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IPFS News Link • Space Travel and Exploration

The Billionaire Space Race Is About to Heat Up Again--Here's What You Need to Know


Blue Origin announced that it will be launching a rocket this Sunday, ending a nearly two-year drought. The space tourism firm hasn't held a crewed suborbital mission since its NS-22 flight in August 2022. A month after that event, during an uncrewed flight, its New Shepard spacecraft disengaged itself from the rocket mid-flight. The capsule parachuted safely back to Earth.

A "thermo-structural failure" on the rocket's BE-3PM engine nozzle was blamed for the malfunction. After 15 months, Blue Origin returned in December 2023 with its uncrewed NS-24 mission.

The company is offering both research and space-tourism suborbital missions that fly to about 100 kilometers above the Earth to the Karman line, which many scientists call the edge of space. At that point, the crew experiences a few minutes of weightlessness before the capsule drops back to the company's launch facility in Van Horn, Texas. The flight and space experience lasts about 10 minutes.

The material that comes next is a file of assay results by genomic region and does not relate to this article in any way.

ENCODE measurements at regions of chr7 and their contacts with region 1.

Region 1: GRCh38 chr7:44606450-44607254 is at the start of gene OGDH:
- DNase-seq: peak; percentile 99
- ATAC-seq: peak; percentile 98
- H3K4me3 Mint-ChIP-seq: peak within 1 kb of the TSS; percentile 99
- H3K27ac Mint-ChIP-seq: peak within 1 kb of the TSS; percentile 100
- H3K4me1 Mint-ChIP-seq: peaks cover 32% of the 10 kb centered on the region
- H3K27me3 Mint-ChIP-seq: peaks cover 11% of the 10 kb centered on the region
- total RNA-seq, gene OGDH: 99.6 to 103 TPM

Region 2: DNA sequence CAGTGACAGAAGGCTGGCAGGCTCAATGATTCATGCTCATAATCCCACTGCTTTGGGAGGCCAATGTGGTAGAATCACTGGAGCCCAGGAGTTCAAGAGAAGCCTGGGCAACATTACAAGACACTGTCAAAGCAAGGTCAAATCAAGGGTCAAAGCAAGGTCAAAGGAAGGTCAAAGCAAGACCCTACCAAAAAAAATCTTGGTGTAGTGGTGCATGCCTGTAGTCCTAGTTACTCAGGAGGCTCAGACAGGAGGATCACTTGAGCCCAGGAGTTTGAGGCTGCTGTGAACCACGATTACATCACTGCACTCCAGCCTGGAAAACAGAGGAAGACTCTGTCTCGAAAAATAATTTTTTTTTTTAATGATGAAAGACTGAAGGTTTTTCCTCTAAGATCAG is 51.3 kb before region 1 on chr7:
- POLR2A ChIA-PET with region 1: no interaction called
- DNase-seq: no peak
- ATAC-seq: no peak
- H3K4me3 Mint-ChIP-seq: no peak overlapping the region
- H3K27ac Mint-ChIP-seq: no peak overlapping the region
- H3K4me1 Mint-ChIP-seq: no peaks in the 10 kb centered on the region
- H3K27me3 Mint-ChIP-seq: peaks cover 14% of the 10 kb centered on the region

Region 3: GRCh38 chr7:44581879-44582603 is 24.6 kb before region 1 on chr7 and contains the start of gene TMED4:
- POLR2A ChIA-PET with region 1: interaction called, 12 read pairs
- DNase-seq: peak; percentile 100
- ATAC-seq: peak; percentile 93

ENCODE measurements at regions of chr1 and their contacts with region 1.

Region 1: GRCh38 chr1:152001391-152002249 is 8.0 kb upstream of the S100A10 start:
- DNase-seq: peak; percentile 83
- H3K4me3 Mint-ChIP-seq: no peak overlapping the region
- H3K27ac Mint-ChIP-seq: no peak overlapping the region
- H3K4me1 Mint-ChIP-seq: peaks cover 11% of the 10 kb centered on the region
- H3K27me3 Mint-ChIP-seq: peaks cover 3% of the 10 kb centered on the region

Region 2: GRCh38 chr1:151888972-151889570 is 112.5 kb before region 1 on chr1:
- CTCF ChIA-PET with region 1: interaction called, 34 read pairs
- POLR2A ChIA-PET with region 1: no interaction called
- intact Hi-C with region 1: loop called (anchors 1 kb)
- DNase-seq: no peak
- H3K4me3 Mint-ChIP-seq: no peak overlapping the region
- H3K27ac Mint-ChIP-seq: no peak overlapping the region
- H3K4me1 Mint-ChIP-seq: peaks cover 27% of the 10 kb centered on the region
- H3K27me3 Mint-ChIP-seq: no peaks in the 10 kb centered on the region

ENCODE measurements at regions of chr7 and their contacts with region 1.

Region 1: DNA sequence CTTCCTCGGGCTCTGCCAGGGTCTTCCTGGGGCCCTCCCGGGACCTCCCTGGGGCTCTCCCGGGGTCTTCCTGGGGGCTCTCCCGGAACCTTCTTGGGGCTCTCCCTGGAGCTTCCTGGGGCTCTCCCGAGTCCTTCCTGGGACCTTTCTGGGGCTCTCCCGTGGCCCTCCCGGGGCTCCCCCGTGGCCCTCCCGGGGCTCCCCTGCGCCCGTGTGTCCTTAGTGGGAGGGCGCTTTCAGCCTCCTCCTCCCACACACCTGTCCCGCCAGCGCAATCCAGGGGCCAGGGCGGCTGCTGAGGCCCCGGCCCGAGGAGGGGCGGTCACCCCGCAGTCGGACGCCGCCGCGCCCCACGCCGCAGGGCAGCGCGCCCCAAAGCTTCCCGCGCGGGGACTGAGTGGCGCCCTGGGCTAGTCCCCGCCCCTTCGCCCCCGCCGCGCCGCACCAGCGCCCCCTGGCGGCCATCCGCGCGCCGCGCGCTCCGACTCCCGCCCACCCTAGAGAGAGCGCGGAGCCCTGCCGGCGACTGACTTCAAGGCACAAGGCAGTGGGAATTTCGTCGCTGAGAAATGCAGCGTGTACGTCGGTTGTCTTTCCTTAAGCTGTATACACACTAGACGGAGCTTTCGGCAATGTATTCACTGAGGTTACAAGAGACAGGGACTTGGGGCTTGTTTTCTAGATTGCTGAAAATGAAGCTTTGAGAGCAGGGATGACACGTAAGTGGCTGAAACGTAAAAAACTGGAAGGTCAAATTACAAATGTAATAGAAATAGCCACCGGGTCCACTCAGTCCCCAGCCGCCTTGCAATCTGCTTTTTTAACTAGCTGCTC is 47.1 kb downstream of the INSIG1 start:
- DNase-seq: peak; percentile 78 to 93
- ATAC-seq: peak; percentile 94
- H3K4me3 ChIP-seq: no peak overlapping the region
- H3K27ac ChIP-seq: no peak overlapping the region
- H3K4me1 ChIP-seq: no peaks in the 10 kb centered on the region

This mission's crew is as eclectic as previous flights. It includes Ed Dwight, 90, who in 1961 became the U.S.'s first-ever black astronaut candidate; venture capitalist Mason Angel; Sylvain Chiron, the founder of French craft brewery Brasserie Mont Blanc; entrepreneur Kenneth L. Hess; retired accountant Carol Schaller; and pilot and aviator Gopi Thotakura.

Blue Origin's resumption of commercial flights—rumored to cost anywhere between $200,000 and the $28 million one civilian astronaut supposedly paid for the initial flight—means the space race between Jeff Bezos's company and Richard Branson's Virgin Galactic is finally getting serious.

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